Predictions Pitching: It’s Time to Get Started for 2021
October 21, 2020
It’s the fourth quarter of the year, and that means it’s time to get ready for the bevy of editorial opportunities that present themselves in the form of predictions for 2021. B2B companies in the IoT, cloud, mobile, wireless and telecom industries have a great opportunity to get their viewpoints in front of the audiences that can help them grow their customer bases. Sound too good to be true? It’s not!
Many publications use this contributed content in late November, December and early January to fill in gaps when the news cycle slows, and fewer companies are making announcements. They generally run two types of articles:
A round-up of shorter opinions put together as a bylined story on a specific topic. Examples might include 5G rollout timelines, Open RAN, edge intelligence, security, CBRS, and other hot topics.
Solo articles, where the author picks and pitches the topic(s) and waits for approval on a specific theme. The articles are run by the publications with relatively light edits and give accreditation to the company and author.
Both are terrific ways to get some additional coverage to round out the year—if done correctly. These opportunities are by no means a shoe-in. They take real thought, with some cleverness woven throughout.
When planning what your company’s predictions should say, keep these 5 tips in mind:
Know what perception you are trying to convey. How will you focus your piece? Will it be on a business or technology topic? Will it be vertically focused? How about products? Most predictions pieces are from the company’s foremost expert on a topic. This generally means at least a VP-level title, but many publications prefer the predictions come from the C-level.
Be as controversial as you can. Controversial topics will get the most attention from editors—and from readers. So, if your executive is one that can move past basic predictions into some controversial topics, now is the time to do it.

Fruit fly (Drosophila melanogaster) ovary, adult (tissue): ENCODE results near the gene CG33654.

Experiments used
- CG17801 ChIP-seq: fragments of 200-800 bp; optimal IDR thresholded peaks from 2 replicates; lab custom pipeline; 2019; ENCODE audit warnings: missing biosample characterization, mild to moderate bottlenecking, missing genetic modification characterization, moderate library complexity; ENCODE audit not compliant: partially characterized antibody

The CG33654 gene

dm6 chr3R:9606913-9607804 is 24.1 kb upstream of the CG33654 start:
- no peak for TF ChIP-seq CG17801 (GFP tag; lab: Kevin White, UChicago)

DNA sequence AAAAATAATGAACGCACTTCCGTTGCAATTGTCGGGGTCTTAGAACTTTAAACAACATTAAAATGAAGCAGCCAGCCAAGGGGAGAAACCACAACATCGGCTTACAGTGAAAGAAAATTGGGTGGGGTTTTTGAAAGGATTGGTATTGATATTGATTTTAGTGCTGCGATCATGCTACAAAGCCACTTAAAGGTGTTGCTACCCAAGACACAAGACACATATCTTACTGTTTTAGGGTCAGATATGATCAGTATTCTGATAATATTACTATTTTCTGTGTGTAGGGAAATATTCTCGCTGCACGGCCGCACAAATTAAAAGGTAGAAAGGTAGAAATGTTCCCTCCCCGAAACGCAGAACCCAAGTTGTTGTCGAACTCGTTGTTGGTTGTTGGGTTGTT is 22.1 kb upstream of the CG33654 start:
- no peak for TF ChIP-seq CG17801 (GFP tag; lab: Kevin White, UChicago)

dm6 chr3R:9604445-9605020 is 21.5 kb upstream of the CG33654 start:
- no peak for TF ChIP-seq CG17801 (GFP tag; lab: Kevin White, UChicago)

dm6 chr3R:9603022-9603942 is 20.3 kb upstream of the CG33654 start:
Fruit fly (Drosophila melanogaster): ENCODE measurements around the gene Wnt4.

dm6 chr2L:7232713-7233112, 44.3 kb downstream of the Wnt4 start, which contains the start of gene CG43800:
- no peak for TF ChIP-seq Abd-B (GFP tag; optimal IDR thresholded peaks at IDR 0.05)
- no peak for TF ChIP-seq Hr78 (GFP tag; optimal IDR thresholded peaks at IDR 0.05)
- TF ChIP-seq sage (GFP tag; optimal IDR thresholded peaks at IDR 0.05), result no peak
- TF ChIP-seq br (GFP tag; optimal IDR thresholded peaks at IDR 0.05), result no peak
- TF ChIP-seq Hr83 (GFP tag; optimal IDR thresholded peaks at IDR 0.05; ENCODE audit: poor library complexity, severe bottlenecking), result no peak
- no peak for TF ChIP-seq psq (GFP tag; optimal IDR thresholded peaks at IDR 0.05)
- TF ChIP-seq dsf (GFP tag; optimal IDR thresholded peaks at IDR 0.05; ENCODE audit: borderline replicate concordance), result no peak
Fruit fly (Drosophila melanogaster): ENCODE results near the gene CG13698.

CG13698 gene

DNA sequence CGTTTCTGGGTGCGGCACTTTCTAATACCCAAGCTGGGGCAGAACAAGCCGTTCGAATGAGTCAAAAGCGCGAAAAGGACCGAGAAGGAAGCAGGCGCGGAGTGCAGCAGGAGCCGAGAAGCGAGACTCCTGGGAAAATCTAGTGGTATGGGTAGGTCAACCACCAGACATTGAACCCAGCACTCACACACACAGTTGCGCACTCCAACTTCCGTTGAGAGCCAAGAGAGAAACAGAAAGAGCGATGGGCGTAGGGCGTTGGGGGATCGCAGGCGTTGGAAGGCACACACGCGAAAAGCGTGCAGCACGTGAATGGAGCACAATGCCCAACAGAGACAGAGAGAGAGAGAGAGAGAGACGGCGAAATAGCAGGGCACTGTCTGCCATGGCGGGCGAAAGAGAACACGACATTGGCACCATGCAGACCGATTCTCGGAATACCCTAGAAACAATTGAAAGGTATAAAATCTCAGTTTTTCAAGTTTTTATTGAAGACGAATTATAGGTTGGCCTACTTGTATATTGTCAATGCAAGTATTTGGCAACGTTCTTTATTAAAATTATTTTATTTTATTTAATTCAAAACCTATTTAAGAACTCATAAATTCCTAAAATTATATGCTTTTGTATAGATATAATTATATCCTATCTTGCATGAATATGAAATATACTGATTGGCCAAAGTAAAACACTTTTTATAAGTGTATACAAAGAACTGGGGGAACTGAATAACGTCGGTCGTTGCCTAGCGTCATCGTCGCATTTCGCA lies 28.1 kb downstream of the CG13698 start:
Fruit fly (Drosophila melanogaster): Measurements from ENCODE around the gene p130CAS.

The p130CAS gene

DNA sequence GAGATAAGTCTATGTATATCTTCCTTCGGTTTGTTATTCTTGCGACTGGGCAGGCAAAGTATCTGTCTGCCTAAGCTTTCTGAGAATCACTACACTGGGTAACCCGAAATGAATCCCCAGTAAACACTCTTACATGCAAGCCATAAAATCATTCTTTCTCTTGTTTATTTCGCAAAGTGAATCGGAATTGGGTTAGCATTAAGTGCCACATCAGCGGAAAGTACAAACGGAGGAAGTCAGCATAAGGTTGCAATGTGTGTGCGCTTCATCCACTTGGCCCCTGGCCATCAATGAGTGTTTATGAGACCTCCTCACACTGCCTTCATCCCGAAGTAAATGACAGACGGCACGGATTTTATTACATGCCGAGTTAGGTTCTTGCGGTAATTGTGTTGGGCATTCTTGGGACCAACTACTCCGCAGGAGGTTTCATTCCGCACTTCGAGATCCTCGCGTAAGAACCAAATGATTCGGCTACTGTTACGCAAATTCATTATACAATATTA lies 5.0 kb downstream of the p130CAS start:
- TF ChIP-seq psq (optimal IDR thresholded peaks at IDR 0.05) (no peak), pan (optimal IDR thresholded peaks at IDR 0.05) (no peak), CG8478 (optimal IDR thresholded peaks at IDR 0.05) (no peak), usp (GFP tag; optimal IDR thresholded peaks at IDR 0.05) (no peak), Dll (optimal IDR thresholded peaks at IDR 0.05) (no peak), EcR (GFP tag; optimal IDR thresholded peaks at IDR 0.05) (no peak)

Try for volume. Develop a list of 5-10 short predictions and offer to expand them into full-length articles or to stand alone in a round-up article. The more topics you develop the more predictions coverage you may be able to land. Make sure each subject can stand alone in just a few paragraphs – the editor will want more or less based on their own criteria.
Be creative. Tell a good story about your prediction without making it about your company.
Pitch early. Many opportunities are first-come-first-served, so plan to start working on prediction pieces soon. Most predictions articles are posted in December, with some sliding into early January, pre-CES. You should see predictions pieces popping up in publications around Thanksgiving.
Prediction articles are both fun to read and to re-read at the end of the year to see who was spot-on and who was blowing hot air. The bottom line: They are a good way to get some attention during an otherwise slow news cycle. Calysto has years of experience with storytelling and can help you position your company’s predictions as thought-provoking and educational. To get a leg up on the competition and some great coverage to boot, contact Marissa Evans at email@example.com.
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